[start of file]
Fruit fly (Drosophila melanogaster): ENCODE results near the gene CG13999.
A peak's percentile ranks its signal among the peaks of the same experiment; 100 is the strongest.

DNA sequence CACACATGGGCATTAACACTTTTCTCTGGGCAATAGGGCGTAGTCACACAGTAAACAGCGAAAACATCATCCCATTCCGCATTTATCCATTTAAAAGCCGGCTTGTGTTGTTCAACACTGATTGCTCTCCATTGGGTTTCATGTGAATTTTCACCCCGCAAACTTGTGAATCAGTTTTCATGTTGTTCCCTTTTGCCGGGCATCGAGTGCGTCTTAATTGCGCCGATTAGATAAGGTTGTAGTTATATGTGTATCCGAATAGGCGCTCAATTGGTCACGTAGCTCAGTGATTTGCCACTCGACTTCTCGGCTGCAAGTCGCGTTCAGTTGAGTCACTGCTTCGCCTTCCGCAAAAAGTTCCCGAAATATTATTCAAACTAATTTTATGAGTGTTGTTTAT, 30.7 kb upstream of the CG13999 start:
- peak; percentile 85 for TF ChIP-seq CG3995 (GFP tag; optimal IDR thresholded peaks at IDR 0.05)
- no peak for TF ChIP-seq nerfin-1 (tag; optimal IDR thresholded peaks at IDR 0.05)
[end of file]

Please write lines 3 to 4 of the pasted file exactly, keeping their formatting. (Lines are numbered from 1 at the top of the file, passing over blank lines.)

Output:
DNA sequence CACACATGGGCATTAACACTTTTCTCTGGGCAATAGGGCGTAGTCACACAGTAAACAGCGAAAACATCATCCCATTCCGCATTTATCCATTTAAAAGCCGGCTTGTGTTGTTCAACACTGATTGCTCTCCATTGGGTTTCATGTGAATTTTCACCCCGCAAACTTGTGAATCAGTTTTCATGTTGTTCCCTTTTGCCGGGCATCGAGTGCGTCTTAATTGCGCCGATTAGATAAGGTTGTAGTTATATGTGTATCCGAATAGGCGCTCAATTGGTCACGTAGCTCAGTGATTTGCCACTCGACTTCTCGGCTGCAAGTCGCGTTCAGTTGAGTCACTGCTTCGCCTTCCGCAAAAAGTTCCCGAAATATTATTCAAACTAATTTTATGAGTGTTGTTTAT, 30.7 kb upstream of the CG13999 start:
- peak; percentile 85 for TF ChIP-seq CG3995 (GFP tag; optimal IDR thresholded peaks at IDR 0.05)